by ; the legislature, but it certainly
would be a mistake to give" him the
same: power over all classes of legisla
tion. The power of the veto was wisely
given to the executive by the framers
of our form of government, but it was
intended, as has been expressed time
and again, that this power should be
used '. with a great deal of eare and d is
, r retion by the executive, the idea
being that he was not the law-making
power.. This power was simply, to be
used when it seemed fully evident to
him that the legislature bad erred or
had, j through, lack of knowledge of a
subject, adopted legislation which was
not to the interest of the state. The
expenditure; of public funds; general
direction of the Business of the state;
the passage of civil and criminal laws,
were all presumed to be the duty- of
the legislative body, and the governor
was supposed to exercise bis veto power
in these eases only when it seemed that
the legislation was entirely wrong.
In fact, this power is really mis
named, for it is not in its fullest sense
the right of veto, but the right. of cor
rcc tion,. to call for second considera
tion of the matter by the legislative
body. Thus this veto of the executive
is simply a remanding of the matter
for second consideration.
Giving the governor power to select
individual items from an appropriation
bill for his veto would not materially
affect the scheme of government under
which we have existed for a century
and a third. But the power to veto
any particular elause in any law might
have such far reaching effects some
time, in the hands of an unscrupulous
or unwise executive, as to place not
only the state's finances, but the gen
eral stability of the state in jeopardy.
It is far better that the law remain
as it is in so far as it relates to the
power of the executive concerning
other legislation.
Regarding the matter of railway
transportation or "passes," there is a
question. An honest man may accept
a pass from a railway company as a
courtesy shown to the sition he holds.
There can be no question tha't many a
man has. taken and used free trans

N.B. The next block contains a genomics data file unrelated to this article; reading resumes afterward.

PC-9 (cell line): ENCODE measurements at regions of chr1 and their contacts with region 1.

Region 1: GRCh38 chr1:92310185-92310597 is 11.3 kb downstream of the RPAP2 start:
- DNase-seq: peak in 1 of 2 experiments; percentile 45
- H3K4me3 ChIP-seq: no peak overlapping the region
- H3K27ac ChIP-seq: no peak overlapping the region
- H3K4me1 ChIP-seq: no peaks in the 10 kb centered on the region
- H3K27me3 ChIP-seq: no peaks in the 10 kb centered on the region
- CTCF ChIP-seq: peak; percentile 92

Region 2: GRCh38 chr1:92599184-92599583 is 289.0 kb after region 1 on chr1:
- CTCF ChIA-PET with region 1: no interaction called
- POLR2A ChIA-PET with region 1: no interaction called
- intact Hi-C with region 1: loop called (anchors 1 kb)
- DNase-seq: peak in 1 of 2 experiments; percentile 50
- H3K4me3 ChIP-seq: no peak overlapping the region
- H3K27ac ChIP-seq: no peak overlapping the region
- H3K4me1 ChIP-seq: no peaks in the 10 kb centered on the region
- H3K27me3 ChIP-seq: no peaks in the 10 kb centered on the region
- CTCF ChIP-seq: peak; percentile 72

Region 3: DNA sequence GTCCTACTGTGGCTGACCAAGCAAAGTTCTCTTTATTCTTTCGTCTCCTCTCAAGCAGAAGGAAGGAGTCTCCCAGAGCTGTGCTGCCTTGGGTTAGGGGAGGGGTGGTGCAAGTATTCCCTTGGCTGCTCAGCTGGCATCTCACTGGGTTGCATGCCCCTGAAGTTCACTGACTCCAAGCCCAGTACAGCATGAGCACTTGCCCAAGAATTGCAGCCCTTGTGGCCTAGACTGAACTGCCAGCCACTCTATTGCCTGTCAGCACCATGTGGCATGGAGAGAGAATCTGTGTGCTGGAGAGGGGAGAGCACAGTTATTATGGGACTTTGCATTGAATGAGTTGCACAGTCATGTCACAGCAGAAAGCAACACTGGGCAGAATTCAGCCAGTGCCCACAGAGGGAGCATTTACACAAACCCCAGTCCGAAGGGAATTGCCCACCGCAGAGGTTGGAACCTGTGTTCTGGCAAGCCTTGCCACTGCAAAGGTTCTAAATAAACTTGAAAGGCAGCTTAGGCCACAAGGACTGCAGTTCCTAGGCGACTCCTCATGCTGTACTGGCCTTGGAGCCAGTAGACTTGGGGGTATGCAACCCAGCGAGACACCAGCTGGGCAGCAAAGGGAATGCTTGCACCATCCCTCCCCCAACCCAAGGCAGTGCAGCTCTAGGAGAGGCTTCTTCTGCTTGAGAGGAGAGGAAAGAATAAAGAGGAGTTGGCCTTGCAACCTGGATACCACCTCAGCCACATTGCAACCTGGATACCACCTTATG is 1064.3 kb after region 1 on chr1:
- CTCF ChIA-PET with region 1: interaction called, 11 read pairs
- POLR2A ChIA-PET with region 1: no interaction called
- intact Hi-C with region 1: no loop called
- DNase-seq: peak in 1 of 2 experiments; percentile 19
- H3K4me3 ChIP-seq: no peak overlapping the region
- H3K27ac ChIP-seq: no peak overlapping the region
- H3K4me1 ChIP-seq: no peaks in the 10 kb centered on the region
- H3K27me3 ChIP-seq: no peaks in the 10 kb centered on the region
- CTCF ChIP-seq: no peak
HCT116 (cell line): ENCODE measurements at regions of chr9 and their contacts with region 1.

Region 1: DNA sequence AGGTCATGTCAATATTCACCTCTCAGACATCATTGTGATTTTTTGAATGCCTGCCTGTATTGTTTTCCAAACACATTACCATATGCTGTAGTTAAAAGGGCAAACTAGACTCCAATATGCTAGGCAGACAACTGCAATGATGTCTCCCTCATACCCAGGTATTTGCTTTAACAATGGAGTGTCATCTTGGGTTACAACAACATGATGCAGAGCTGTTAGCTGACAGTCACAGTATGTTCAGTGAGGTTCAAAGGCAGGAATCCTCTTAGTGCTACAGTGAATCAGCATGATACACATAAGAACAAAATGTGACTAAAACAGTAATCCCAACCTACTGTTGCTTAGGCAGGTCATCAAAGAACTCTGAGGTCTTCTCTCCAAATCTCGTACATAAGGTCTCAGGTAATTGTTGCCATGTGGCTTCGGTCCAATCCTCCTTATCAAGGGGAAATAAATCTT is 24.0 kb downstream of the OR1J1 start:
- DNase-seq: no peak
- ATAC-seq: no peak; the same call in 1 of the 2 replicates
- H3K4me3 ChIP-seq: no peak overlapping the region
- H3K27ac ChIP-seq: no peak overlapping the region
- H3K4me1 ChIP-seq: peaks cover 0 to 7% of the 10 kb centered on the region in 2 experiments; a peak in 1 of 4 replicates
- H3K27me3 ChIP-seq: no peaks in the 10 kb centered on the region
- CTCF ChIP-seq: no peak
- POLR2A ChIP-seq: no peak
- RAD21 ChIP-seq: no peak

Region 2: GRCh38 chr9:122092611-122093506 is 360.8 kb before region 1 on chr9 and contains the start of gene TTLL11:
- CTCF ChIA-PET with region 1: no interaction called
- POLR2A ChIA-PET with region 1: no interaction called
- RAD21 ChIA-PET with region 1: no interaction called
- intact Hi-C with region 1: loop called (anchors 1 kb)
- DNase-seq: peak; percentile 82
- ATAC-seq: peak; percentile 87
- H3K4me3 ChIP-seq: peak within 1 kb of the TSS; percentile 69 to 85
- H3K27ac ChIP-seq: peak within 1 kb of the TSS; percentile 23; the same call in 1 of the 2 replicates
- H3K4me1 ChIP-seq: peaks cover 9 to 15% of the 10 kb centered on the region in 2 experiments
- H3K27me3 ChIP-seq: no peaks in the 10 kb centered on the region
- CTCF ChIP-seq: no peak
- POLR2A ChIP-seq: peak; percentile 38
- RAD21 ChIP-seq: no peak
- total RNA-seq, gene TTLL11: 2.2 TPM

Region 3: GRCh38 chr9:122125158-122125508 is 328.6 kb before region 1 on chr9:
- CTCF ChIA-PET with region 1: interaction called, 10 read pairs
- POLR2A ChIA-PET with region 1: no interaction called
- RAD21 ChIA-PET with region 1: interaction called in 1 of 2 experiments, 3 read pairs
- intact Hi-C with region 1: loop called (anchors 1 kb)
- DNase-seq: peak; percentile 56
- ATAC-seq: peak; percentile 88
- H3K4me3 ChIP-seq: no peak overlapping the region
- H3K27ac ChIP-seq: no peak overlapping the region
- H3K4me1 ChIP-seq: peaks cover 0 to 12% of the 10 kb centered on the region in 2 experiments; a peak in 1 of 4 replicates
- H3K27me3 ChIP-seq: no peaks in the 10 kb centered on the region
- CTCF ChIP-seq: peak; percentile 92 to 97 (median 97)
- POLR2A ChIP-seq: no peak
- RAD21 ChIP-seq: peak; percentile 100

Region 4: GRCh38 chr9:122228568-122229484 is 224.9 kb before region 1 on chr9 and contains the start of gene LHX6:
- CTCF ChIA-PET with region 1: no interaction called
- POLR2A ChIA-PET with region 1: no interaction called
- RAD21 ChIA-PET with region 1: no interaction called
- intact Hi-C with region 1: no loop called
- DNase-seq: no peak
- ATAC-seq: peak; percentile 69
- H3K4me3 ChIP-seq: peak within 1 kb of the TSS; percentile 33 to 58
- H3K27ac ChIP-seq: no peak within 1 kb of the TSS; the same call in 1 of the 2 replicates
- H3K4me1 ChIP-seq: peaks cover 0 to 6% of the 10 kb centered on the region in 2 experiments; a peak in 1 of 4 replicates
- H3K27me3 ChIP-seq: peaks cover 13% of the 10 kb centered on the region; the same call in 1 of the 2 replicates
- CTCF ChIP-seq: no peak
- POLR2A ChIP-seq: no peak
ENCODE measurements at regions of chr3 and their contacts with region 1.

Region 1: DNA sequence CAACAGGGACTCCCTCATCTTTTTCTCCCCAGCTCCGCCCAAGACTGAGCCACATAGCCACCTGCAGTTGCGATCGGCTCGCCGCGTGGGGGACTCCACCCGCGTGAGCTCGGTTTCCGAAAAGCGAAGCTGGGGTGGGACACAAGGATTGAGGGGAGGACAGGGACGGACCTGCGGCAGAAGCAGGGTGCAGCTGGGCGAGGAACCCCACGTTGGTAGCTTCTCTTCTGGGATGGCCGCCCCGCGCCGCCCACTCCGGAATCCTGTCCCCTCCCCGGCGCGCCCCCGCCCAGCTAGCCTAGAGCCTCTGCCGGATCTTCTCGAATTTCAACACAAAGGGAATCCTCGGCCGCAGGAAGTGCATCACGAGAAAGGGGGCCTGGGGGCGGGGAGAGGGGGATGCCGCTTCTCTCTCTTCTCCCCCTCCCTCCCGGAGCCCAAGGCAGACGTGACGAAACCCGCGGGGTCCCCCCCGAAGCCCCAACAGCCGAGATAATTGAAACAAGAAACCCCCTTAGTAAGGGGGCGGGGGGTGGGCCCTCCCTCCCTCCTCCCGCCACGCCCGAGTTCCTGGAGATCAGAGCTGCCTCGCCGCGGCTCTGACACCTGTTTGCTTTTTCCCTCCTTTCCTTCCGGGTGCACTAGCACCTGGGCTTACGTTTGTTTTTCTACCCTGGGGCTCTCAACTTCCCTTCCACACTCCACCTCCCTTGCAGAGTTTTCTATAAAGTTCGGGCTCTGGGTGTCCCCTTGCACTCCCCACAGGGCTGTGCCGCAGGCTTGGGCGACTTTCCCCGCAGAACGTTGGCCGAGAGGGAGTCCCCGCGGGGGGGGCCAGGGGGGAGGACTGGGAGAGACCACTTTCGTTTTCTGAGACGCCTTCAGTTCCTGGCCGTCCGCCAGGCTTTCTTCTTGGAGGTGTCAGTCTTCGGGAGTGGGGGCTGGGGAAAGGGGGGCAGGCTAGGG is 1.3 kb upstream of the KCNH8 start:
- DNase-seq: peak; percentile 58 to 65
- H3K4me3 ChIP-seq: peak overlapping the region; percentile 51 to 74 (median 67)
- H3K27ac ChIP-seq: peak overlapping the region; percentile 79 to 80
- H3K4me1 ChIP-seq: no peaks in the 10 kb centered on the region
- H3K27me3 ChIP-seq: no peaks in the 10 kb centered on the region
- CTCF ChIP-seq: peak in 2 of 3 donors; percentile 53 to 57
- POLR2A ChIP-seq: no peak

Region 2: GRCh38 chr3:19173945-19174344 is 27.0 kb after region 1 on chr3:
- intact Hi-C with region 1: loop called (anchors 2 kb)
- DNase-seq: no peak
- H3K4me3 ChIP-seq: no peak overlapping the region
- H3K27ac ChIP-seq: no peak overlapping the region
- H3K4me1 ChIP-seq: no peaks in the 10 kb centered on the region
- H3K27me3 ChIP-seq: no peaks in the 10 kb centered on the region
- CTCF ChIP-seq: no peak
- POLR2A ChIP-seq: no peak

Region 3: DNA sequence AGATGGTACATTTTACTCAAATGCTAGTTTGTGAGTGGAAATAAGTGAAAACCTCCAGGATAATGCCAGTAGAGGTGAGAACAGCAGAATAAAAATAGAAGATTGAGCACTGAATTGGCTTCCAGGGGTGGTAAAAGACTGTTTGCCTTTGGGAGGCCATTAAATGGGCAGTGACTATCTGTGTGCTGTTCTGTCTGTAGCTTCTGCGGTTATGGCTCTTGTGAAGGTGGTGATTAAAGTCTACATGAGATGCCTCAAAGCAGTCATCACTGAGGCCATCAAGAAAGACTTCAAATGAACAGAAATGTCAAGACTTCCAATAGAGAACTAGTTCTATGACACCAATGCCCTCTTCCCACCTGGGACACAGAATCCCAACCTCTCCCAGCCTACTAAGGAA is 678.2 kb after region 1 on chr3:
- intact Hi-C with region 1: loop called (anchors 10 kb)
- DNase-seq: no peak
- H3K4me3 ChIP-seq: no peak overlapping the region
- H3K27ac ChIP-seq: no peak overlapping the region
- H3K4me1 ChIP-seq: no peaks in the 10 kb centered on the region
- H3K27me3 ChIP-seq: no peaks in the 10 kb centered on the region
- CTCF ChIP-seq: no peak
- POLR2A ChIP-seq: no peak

portation over railways with this feel
ing. One could do justice to the peo
ple and also to the railways and use
bis "pass." it is often done. The
pass is not an evidence of bribery.
8!niply because a legislator is not al
ways a "Smith of Josephine" is no
evidence that, he is not prepared to
vote properly on such legislation as
may be proper for the regulation and
control of railway lines.
Hut the attack on our educational
institutions for permitting such games
as football and other athletic sports
was evidently from some one who was
never so fortunate as to be a college
man, and 'who cannot appreciate what
these trials of skill and strength are to
the youth of the schools. They1 develop
the physical in young men,, a thing
many of our farmers' sons have
achieved by following a plow or dig
ging out grubs, it is true; but the city
bred young man is denied these op
portunities for free ozone and the
throwing off of bis. exuberant spirits.1
Football may seem a, brutal sport to
some, yet the young men who play at It
are never the worse for it is morals
nor in general manliness.
The Grange is too solid an organiza
tion to overlook the good done to
the urban youth through these trying
sports. It is too sensible an organiza
tion to be always emitting the doctrines
of the radical politician.
A representative of a company try-
iag to float some stock in an excellent
development, proposition in this state
wrote to a Wisconsin capitalist offer
lag him some of it, and received the
followta? letter in reply:
"I eannot subscribe to any of your
stock. Don't think you'll find many
people aere who want the stock.' We
think that the recent land fraud scan
dals la yoor state has knocked invest
ments there into a cocked haU Many
people ia this section - have - invested
much money in ' Oregon, and they are
dead sick of it, owing to the attitude
of , the government. , f
I Oregon eertalnly is not being : bene
fited bj this action of the government,
aacP Oregon 's development will be
greatly tampered with the success of
the government's policy ia this mat
ter. If the raw, uncultivated lands of
Oregon were in some of the middle west
states they would be able to appre
ciate Oregon's position. , The evasions
of the law, if such there have been,
have been necessary in order that the
lumber manufacturing interests of th
west could be 'developed. Without the
Scalp Covered With Sores, Hair and
EyerBrows Fell Out Agony for
Eight Long Years -7 Doctors
' Were Unabie to Cure.
I had suffered terrible agony and
pain for eight long years from ter
rible eczema on the scalp and face.
- The beat doctor were unable to help
me, and I had spent a lot of money
for many remedies without receiving
any benefit. My scalp was covered
: with scabs, my face was like a piece
of raw beef, my eyebrows and lashes
were falling out, and sometimes I felt
as if I was burning: up from the ter
rible itching and pain. I then began
treating myself at home, and now my
head and face are clear and I am en
tirely well. I first bathed my face
with Cuticura Soap, then applied Cu
tienra Ointment to the afflicted parts,
and took Cuticura Resolvent for the
blood. I was greatly relieved after the
first application, and continued use of
t Cuticura soon made a complete cure.